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Evidence to support or guide glucocorticoid tapering in rheumatoid arthritis is lacking
  1. Beth I Wallace1,2,
  2. David M Wallace3,
  3. Akbar K Waljee1,4,
  4. Daniel J Clauw2,5
  1. 1 VA Center for Clinical Management Research, VA Ann Arbor Healthcare System, Ann Arbor, Michigan, USA
  2. 2 Department of Internal Medicine, Division of Rheumatology, University of Michigan Health System, Ann Arbor, Michigan, USA
  3. 3 Department of Internal Medicine, Division of General Medicine, University of Michigan Health System, Ann Arbor, Michigan, USA
  4. 4 Department of Internal Medicine, Division of Gastroenterology, University of Michigan Health System, Ann Arbor, Michigan, USA
  5. 5 Department of Anesthesiology, University of Michigan Health System, Ann Arbor, Michigan, USA
  1. Correspondence to Dr Beth I Wallace, Department of Internal Medicine, Division of Rheumatology, University of Michigan Health System, Ann Arbor, MI 48109, USA; brennerb{at}umich.edu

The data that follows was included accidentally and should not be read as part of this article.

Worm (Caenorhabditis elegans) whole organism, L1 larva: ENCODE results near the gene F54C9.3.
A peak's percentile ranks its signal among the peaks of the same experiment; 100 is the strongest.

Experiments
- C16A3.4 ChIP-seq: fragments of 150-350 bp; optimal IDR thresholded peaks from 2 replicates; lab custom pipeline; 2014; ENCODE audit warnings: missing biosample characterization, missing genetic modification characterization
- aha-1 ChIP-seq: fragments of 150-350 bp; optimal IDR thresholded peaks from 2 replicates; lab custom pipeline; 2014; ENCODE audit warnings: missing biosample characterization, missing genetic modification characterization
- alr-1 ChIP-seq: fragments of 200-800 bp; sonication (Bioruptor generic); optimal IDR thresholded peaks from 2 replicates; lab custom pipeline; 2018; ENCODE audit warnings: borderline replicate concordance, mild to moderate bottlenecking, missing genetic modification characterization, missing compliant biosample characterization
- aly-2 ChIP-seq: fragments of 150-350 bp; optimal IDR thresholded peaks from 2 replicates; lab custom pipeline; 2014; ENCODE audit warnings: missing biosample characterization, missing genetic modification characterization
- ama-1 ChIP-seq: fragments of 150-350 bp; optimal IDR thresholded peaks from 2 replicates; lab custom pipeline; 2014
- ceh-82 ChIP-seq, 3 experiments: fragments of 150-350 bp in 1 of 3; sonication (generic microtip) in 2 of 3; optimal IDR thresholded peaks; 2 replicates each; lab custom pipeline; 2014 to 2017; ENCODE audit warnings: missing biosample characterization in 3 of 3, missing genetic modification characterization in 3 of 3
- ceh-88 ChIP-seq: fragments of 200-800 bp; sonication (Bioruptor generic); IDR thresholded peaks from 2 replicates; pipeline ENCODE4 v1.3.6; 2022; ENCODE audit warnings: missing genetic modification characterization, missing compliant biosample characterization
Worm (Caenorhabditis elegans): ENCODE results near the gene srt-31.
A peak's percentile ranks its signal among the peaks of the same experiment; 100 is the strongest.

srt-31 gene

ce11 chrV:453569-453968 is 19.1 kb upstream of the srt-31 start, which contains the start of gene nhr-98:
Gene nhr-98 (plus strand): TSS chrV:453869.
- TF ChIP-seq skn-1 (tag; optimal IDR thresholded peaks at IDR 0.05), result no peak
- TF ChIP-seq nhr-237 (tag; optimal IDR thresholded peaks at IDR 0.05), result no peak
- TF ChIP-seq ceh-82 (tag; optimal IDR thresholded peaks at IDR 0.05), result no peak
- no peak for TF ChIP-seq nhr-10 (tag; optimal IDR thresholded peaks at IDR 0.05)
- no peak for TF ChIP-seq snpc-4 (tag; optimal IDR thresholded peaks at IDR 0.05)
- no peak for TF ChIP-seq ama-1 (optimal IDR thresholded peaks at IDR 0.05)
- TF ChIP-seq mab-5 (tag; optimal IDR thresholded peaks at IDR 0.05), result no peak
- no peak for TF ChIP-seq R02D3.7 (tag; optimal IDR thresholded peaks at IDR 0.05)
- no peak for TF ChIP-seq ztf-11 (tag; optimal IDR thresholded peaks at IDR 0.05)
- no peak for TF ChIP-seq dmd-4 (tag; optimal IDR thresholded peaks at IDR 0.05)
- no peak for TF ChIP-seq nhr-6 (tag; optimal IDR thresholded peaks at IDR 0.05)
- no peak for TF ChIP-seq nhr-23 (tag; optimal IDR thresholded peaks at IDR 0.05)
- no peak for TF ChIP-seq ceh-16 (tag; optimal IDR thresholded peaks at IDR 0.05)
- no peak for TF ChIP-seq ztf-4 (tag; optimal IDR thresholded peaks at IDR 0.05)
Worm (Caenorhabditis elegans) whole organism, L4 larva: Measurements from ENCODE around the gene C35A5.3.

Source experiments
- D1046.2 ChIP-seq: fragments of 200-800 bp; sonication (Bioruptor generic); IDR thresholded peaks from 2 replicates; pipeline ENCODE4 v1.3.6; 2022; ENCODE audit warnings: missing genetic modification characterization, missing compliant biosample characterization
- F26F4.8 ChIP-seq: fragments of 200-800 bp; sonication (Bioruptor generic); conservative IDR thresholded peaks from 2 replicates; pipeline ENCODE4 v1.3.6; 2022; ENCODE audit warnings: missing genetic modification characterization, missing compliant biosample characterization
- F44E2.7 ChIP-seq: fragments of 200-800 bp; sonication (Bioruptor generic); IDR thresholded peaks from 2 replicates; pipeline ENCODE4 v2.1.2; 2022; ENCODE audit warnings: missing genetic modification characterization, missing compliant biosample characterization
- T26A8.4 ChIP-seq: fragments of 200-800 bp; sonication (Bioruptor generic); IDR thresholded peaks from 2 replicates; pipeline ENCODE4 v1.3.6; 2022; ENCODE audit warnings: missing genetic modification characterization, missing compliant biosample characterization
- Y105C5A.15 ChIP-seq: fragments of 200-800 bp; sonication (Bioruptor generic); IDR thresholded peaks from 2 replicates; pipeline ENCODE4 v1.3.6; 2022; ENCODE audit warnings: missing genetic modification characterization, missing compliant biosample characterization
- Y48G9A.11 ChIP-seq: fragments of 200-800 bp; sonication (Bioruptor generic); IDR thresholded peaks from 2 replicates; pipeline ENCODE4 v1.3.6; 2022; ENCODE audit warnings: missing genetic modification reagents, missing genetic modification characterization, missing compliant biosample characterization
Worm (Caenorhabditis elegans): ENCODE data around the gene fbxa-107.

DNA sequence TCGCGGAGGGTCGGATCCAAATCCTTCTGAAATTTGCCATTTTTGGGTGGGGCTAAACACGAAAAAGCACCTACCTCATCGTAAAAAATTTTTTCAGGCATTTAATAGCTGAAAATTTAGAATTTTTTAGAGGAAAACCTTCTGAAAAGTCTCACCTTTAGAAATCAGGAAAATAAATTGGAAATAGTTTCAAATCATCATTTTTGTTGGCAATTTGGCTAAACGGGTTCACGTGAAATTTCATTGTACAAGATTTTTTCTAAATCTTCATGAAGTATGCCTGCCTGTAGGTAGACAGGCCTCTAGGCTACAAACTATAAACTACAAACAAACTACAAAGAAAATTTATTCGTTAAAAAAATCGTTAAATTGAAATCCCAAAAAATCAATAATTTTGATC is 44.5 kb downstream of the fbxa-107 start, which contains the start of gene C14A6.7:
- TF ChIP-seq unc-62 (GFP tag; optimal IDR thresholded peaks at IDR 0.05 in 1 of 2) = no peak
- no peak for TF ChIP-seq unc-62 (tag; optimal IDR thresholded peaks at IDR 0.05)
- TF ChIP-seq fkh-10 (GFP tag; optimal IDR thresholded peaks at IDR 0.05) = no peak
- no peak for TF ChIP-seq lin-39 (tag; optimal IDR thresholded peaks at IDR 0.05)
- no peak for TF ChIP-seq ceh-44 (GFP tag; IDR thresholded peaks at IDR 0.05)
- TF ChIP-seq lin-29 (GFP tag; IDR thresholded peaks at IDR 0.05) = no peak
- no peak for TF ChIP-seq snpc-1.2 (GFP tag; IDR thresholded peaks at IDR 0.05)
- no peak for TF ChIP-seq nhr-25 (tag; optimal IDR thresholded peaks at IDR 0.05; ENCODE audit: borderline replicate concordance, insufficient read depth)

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Low-dose glucocorticoids (GCs) improve symptoms and physical function and reduce joint damage in rheumatoid arthritis (RA).1 Over a third of patients with RA are managed with long-term oral GC, defined as daily use for ≥3 months.2 Current RA management guidelines recommend tapering GCs to the lowest effective dose as quickly as possible3 4 to minimise risk of GC-associated side effects, such as infections, cardiovascular events and bone fractures. However, there is little evidence to guide clinicians attempting to taper GCs,5 6 leading to widely variable practice patterns. This is of particular importance for patients with established RA who are maintained on long-term GCs. Such patients have higher cumulative GC exposure and increased rates of cardiovascular disease, osteoporosis and insulin resistance relative to early patients with RA, …

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